“There were other guys that were my age as well that you could kind of see coming through. Brian McDonald, Mal McCartan, David McManus and more recently Anthony Kaminskas so I suppose it helped that they were seeing the same niche and have done okay at it so far as well.”

In this piece earlier this year, Kaminskas talked about how punters were being attracted back to the racecourse because they were being badly serviced by the big corporate bookmakers, where the computer-says-no system was in direct contrast to how bookmaking used to and should be.

Keenan agrees and though he says not among the biggest layers in the ring, he still needs to take a view and stick his neck out. He wrote in his blog after Galway that during the week he wondered about whether he was going to be able to go on holiday or not, as contrasting results transpired through the week.

It’s an exhilarating way to make money if you can do it and yet while Keenan loves the bookmaking and gambling side of it, ask him why does what he does, and without hesitation he’ll say it’s the people.

He loves the camaraderie with his colleagues, punters, the day-to-day workers on the Irish racing scene - as Pat Healy famously once said, the moving circus with the same clowns in different towns.

“I have been involved with sales-toppers and horses that have done well in Goffs and Tattersalls but there’s no buzz like the races,” Keenan says. “I love meeting people and travelling to different towns and culture. It’s not really a job, it’s a lifestyle and I love it.”

It will be interesting to measure the view of the on-course bookmakers that more punters are coming back to the track when the end-of-year figures regarding total turnover are released early next year, but undoubtedly bookmakers are very much still playing an integral role for raceday atmosphere.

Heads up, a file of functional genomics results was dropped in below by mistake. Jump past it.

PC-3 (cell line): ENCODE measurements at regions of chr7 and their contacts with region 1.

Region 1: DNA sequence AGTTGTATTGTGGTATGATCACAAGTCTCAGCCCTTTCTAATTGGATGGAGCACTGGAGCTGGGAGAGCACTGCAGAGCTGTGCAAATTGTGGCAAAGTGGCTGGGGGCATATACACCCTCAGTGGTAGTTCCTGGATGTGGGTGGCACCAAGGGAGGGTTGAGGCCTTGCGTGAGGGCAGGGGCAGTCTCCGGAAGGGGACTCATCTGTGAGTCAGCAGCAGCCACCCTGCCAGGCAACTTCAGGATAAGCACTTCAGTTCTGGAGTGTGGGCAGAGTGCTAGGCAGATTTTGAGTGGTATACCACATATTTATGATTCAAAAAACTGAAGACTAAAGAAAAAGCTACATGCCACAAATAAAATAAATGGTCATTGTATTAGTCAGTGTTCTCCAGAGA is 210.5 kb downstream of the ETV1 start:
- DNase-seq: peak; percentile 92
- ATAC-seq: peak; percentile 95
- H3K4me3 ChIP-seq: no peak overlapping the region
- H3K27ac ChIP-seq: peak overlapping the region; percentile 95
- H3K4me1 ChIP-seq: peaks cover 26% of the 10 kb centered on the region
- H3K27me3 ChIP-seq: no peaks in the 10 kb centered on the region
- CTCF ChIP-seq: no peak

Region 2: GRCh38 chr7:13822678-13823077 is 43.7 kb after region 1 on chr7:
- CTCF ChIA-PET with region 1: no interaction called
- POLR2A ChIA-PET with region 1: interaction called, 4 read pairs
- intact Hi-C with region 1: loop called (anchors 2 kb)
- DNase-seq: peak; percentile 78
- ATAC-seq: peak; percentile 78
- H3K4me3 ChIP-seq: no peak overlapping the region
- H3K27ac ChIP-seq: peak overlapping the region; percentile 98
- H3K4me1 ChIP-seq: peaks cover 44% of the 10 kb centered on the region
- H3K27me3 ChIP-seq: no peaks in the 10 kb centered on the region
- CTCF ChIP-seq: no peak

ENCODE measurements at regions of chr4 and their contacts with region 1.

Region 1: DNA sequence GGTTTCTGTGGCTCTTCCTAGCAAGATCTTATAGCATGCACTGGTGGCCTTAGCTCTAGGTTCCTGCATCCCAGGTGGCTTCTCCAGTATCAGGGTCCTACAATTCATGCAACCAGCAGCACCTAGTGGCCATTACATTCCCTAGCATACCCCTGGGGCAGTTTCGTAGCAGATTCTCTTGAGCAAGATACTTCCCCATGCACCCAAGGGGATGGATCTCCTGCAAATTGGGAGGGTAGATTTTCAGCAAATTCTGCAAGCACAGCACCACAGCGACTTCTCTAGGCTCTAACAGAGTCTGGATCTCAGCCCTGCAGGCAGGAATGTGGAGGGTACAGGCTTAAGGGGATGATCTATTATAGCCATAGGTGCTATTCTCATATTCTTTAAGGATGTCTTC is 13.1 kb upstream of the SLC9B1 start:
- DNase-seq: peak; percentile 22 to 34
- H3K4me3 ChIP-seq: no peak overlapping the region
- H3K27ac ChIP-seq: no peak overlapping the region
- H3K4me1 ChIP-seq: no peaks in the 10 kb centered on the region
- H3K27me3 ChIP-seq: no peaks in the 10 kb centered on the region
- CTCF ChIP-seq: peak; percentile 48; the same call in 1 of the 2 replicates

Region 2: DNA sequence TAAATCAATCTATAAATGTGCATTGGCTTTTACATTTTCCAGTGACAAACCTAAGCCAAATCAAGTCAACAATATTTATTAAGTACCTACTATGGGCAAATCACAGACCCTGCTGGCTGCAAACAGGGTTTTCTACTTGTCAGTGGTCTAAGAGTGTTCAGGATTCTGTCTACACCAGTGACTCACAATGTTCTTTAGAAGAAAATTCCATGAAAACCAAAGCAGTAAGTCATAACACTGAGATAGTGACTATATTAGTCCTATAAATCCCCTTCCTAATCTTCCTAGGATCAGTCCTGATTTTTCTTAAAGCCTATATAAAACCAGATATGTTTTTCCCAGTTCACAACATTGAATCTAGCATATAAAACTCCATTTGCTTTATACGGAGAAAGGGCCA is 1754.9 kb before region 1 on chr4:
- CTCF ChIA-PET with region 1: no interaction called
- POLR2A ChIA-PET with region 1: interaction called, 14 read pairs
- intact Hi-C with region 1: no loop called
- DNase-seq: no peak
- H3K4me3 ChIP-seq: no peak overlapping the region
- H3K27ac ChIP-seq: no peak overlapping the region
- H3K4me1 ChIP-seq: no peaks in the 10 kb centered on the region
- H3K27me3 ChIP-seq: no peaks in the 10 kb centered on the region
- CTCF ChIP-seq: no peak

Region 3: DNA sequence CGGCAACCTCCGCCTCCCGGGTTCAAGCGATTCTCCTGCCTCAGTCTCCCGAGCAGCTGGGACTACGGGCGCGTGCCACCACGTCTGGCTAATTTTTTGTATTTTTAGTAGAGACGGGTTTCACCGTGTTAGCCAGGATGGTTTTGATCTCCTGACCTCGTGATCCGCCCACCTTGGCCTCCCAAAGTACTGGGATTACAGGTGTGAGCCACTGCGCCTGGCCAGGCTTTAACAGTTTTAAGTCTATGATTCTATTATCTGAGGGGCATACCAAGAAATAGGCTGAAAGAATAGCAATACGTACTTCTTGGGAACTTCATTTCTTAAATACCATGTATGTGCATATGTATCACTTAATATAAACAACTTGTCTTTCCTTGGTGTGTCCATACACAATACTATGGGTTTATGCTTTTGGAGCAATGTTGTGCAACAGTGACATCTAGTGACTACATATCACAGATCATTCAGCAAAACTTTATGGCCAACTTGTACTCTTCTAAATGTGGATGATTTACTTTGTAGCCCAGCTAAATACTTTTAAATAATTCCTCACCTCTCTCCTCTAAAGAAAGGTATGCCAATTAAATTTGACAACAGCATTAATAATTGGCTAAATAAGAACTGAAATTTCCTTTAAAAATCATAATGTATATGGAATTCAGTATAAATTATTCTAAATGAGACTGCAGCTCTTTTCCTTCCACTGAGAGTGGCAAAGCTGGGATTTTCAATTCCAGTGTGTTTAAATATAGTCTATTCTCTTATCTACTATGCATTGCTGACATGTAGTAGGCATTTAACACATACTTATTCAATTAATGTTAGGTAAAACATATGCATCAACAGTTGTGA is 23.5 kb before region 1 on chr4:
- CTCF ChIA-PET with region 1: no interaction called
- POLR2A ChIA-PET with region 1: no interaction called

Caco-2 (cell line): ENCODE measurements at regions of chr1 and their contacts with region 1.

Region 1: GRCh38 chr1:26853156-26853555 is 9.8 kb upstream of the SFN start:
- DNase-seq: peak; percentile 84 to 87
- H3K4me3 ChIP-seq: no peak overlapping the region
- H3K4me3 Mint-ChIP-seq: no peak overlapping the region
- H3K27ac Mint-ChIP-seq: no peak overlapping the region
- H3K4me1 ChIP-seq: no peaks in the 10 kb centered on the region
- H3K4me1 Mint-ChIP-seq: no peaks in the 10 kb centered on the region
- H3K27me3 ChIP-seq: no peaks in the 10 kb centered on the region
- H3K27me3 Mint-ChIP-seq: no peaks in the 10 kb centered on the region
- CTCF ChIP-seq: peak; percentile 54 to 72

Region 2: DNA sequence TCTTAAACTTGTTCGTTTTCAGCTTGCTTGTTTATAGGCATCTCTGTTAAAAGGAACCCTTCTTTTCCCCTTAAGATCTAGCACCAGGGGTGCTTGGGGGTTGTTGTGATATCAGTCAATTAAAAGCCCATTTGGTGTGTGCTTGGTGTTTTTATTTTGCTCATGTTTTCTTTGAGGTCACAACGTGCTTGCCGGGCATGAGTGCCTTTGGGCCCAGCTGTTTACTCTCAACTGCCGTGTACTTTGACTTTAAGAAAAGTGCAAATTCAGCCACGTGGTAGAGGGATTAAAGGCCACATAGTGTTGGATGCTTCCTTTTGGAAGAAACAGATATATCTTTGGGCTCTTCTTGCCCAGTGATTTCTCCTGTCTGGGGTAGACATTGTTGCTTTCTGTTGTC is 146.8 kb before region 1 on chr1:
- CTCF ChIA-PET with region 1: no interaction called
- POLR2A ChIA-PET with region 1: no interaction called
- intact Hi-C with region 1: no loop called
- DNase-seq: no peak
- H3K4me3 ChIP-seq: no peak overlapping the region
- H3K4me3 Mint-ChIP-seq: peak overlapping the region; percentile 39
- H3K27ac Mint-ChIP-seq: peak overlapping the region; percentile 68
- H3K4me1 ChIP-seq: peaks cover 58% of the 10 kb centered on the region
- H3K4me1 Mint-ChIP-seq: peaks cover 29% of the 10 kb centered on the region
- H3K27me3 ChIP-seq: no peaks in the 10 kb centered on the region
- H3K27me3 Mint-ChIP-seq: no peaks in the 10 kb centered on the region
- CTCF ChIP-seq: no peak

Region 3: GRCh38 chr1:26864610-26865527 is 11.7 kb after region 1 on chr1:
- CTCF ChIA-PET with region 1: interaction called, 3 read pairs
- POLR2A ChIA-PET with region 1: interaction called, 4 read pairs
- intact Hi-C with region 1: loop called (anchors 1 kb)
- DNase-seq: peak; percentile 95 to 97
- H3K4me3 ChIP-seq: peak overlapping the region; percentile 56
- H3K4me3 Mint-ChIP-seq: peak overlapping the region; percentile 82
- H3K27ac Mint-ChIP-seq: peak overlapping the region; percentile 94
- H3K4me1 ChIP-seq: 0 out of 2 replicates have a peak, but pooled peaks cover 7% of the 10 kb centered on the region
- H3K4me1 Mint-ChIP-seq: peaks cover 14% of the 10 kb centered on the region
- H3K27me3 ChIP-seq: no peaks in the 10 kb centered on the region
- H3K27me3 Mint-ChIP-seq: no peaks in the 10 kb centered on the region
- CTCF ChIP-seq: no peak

On course bookmakers have at times had a rocky relationship with Horse Racing Ireland but Keenan says he has no criticisms, in particular pointing to the abolishment of the stipulation that bookmakers have to pay pitch fees whether they go racing or not as a very welcome advancement.


What he does worry for is the general societal view of betting, which seems to get more and darker with each passing year.

“I think we nearly need to whisper that we like a bet, or that I’m a bookmaker or you’re a punter,” Keenan says. “I’m not saying that we should have a lawless system but fun and responsible gambling should be embraced and not shunned. Little things like kids not being able to have a €2 bet on the Tote now, that is ridiculous, it’s PC gone mad.

“People involved in gambling like myself, we need to pull our socks up on this one because this is one of the biggest challenges coming down the line. We need to differentiate live sport and horse racing from casinos.

“Horse racing needs to stay a million miles away from that stuff. If you want to watch a horse race and have a fiver or a tenner, I think that’s a healthy bet, if you want to go in and play virtual roulette, that’s a slippery slope.

“That differentiation isn’t being made and the people commenting on it, television and radio hosts, general media, they’re uneducated on it. I’d fear that we will get bandied on with new legislation for casinos and online virtual slot machines and that’s not where we want to be.”

That aside, Brian Keenan is optimistic for his future as an on-course bookmaker, accepting that the model has changed slightly.

“I think there’s a career there,” he says. “I think it’ll be 80-100 days a year. I think the festivals have the potential to get bigger and bigger.

“I think the day to day stuff might struggle but my son was born nine weeks ago, and I’d like to think in 16-18 years time he’d be able to work alongside me.”